Syrian Refugees are Pawns in Brutal War
By Dr. Cesar Chelala
The number of Syrian refugees continues to grow at an alarming rate, and no end is in sight for those affected by the conflict. What makes their plight even more painful is that of all the countries directly or indirectly involved in the conflict, Russia, the United States, China, Iran, Great Britain, and France, have so far been reluctant to take those refugees into their own countries. Instead, Syrian refugees have overburdened the health and social services of neighboring countries, such as Lebanon and Jordan.
According to António Guterres, the United Nations High Commissioner for Refugees, the number of people fleeing the conflict has reached an average of 6,000 a day during 2013, a rate not seen since the Rwandan genocide nearly two decades ago.
Nawaf Salam, Lebanon’s ambassador to the United Nations, warned that the number of Syrian refugees coming into Lebanon could surpass 1 million by the end of 2013 and could have serious consequences on the ability of social services to provide help to those in need. Since Lebanon has a population of about 4 million, that number would be the equivalent of 75 million refugees coming into the United States.
“Pressures are mounting, and the needs of the Syrian refugees may surpass Lebanon’s capabilities,” said the ambassador. As he was asking the U.N. Security Council for help in dealing with the situation, he stated that Lebanon “will not close its border in front of refugees fleeing violence and destruction, and we will not stop delivering aid.” Also worrisome, said Salam, is that the “increasing cross border fire and incursions from Syria in Lebanon are threatening the security and stability of Lebanon.”
Some countries are already restricting the income of Syrian refugees. Such is the case of Egypt. According to the United Nations High Commissioner for Refugees, Syrians going into Egypt are now being turned away. Egypt’s change in policy follows what is happening also in Iraq, Turkey, and Jordan, all of which are trying to stem the refugee inflow.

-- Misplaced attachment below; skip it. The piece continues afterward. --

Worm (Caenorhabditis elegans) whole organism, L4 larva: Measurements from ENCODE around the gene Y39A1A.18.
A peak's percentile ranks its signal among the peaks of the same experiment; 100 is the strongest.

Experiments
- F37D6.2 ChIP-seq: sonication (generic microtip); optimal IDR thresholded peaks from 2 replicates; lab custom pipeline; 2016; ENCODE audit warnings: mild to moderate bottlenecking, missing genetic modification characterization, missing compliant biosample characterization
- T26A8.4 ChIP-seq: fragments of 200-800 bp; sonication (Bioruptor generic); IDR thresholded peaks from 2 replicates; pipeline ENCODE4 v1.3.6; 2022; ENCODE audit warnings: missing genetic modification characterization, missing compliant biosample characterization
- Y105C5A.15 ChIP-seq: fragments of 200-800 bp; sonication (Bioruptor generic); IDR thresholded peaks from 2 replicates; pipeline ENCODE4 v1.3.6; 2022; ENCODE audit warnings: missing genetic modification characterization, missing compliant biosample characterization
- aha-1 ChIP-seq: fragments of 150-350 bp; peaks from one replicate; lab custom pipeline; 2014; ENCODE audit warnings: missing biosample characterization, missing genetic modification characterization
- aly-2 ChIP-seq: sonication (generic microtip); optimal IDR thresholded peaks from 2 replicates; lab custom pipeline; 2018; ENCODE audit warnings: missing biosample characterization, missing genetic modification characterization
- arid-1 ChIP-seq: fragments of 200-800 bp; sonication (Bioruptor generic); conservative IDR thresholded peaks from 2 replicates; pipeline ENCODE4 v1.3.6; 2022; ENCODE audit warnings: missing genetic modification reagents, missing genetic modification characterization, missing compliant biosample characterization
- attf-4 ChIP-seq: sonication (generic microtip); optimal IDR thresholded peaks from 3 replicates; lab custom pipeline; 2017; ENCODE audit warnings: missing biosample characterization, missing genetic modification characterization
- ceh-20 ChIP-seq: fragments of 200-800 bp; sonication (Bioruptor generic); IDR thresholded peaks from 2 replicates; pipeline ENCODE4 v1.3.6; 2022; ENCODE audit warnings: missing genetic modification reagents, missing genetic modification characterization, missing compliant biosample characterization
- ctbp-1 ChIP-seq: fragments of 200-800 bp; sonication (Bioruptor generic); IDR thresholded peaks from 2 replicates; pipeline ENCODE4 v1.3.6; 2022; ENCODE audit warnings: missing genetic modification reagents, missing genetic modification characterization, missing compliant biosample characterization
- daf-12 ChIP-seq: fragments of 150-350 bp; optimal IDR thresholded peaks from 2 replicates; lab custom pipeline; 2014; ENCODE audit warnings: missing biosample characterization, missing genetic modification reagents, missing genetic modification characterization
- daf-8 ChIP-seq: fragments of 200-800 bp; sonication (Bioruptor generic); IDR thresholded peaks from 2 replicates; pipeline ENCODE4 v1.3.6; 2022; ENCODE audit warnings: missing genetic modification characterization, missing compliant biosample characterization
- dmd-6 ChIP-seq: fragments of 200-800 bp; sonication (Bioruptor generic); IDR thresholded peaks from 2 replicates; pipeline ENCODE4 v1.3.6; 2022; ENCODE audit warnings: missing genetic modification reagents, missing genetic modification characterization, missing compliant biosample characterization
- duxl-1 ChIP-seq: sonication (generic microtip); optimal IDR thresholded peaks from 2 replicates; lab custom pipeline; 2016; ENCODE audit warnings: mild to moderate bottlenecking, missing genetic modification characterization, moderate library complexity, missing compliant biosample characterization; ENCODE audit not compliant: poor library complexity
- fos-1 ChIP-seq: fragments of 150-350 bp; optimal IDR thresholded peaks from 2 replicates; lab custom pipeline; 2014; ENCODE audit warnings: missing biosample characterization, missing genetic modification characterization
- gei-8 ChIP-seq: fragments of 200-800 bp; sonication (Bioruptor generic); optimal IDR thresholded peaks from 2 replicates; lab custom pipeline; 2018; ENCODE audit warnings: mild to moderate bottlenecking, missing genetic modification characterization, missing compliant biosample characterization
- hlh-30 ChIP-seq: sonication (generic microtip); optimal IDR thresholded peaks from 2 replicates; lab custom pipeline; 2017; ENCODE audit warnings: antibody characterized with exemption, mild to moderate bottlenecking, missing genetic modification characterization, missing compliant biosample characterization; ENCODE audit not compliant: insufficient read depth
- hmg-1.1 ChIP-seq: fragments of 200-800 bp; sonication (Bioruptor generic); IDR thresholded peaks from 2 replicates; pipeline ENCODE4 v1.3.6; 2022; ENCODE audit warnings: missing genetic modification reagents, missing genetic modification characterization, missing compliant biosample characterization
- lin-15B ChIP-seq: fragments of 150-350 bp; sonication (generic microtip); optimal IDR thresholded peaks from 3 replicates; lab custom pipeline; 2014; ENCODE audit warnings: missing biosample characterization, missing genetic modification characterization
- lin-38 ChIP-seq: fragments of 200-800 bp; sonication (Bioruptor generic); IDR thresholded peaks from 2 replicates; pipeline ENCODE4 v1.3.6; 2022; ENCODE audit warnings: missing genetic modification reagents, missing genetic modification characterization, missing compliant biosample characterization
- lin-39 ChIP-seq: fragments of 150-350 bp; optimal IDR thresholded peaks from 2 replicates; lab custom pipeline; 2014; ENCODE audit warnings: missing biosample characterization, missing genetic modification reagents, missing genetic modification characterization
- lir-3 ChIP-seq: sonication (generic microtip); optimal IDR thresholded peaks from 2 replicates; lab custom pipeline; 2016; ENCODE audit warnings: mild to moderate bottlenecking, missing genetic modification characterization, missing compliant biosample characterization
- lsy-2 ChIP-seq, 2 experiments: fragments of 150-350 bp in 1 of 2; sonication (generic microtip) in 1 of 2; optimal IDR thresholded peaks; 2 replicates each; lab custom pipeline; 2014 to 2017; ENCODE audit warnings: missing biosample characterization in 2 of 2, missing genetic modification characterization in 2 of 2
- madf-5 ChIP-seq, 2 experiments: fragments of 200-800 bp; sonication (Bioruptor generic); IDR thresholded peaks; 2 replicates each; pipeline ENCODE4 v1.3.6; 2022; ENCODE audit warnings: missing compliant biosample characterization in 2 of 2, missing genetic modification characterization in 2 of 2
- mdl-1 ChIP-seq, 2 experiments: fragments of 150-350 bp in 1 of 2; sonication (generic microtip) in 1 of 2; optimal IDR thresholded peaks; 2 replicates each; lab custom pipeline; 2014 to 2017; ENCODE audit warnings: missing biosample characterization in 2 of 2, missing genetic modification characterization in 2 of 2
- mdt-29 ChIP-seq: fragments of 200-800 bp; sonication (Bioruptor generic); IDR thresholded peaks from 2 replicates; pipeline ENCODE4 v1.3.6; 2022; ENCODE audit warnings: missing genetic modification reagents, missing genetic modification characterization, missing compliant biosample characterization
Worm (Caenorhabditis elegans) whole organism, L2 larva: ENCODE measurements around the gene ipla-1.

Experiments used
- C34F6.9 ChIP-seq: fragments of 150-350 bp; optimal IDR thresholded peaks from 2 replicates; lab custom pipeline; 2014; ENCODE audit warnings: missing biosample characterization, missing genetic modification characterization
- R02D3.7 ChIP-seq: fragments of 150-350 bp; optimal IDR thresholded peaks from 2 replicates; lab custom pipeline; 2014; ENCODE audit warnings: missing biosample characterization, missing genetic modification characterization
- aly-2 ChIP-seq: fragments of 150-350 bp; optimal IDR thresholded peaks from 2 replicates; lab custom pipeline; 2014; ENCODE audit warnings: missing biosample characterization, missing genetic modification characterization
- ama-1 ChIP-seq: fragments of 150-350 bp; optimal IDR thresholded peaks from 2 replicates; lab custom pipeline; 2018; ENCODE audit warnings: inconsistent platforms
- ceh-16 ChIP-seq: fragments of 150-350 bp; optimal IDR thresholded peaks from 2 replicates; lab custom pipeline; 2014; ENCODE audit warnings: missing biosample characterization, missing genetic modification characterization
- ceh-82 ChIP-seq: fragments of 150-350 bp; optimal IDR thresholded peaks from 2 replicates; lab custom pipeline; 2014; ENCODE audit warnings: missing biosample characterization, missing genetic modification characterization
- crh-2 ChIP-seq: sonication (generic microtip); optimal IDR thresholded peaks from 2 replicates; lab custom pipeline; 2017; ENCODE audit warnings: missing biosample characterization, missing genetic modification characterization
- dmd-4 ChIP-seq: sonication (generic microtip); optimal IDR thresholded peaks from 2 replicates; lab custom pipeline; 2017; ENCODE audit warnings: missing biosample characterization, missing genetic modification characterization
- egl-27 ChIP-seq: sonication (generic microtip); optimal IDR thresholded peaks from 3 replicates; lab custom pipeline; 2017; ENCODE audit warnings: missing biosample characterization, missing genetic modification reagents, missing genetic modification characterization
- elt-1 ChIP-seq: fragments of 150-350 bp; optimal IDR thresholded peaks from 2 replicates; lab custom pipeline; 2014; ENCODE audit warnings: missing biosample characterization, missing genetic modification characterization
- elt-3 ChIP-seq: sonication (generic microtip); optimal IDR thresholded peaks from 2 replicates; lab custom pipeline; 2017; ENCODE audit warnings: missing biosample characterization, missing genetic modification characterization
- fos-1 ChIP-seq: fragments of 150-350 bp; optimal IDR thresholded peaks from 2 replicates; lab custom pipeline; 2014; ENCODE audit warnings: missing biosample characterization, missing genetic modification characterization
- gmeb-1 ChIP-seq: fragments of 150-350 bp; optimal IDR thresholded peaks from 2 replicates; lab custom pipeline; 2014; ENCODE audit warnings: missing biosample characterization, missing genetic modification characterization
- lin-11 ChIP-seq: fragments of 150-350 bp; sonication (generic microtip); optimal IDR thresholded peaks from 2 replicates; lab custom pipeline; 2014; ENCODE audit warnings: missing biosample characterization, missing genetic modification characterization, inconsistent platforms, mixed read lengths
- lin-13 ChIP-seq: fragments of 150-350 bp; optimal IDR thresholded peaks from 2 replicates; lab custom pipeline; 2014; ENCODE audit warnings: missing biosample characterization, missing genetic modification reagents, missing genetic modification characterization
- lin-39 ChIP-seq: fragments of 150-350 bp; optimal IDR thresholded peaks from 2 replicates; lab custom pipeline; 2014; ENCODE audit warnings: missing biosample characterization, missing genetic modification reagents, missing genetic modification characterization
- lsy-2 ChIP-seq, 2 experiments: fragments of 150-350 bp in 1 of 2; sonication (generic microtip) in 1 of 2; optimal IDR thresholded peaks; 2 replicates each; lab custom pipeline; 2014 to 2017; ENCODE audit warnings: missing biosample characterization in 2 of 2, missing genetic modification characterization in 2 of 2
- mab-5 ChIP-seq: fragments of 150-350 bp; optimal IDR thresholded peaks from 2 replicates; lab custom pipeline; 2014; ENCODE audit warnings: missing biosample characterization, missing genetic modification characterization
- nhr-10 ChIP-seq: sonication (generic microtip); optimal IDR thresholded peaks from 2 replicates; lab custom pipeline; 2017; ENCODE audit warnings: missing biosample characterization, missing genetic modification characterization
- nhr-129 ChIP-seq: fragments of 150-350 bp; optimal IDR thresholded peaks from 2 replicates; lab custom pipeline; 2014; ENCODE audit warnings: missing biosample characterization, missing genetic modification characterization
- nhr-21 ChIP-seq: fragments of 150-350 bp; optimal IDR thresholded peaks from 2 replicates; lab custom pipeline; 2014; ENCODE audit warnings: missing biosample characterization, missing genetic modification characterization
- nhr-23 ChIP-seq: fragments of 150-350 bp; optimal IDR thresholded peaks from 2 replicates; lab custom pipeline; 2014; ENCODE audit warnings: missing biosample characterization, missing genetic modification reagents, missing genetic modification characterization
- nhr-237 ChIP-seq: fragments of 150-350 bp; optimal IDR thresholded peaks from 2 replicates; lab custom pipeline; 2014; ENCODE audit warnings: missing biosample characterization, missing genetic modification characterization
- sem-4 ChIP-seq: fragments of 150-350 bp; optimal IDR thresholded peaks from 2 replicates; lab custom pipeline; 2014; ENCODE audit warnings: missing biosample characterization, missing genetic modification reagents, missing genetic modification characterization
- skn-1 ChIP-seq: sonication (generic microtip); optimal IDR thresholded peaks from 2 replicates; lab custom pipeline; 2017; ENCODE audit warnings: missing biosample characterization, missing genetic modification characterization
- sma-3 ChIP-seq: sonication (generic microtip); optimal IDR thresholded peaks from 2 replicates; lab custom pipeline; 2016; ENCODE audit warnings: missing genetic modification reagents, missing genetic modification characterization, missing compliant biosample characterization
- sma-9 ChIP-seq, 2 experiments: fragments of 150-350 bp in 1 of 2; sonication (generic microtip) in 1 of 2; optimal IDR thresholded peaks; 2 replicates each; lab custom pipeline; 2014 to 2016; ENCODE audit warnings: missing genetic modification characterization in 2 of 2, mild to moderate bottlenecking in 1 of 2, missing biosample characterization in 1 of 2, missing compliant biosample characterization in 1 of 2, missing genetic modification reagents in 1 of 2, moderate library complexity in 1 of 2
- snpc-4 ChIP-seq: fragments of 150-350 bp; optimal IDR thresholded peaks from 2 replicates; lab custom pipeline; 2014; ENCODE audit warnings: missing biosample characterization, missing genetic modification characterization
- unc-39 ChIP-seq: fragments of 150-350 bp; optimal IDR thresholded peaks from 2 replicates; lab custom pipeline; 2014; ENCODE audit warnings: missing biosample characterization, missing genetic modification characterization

The 1951 U.N. Convention on the Status of Refugees has established the rights of refugees and the obligations of host countries. Although Egypt is a signatory, its latest decision goes against the tenets of the treaty and the principle of <i>refoulement</i>, according to which “No Contracting State shall expel or return (‘refouler’) a refugee in any manner whatsoever to the frontiers of territories where his life or freedom would be threatened on account of his race, religion, nationality, membership of a particular social group, or political opinion.”
Fear that Syrian refugees will also bring political problems has led countries such as Iraq to close its borders to incoming refugees. “Basically the government is citing security concerns and fear of spill over of the Syrian conflict into Iraq as the main reason for its policy,” stated Natalia Prokopchuk, a UNHCR officer in Baghdad.
An estimated 5 million people out of Syria’s 21 million have become displaced within their own country. In addition, almost 7 million people are in need of humanitarian assistance inside Syria. Also, based on arrival trends since the beginning of 2013, it is now estimated that 3.45 million Syrian refugees will be in need of assistance by the end of the year.
More than half the refugees fleeing Syria are children, who are traumatized by the conflict that has left them without homes, family members, and the social support given by friends and extended family. Many children affected by the conflict will need long-term psychological support since they may experience Post Traumatic Stress Disorder (PTSD).
Refugee children’s health situation may be affected in other ways. As stated by Maria Calivis, UNICEF regional director for the Middle East and North Africa, “Without enough safe water and sanitation, the likelihood will rise that children in Syria and those living as refugees around the region will fall sick with diarrhea and other diseases.” In addition, up to 2 million children inside Syria’s borders run the risk of not receiving lifesaving vaccinations and other critical medical care.
What the American writer Frederic Prokosch in his famed novel <i>The Asiatics</i> wrote about Aleppo, “Aleppo was a large and terrifying town,” can now be applied to all of that suffering country. As Valerie Amos, U.N. aid chief clearly stated, “The world is not only watching the destruction of a country but also of its people.”
Dr. César Chelala is an international public health consultant.
Views expressed in this article are the opinions of the author(s) and do not necessarily reflect the views of Epoch Times.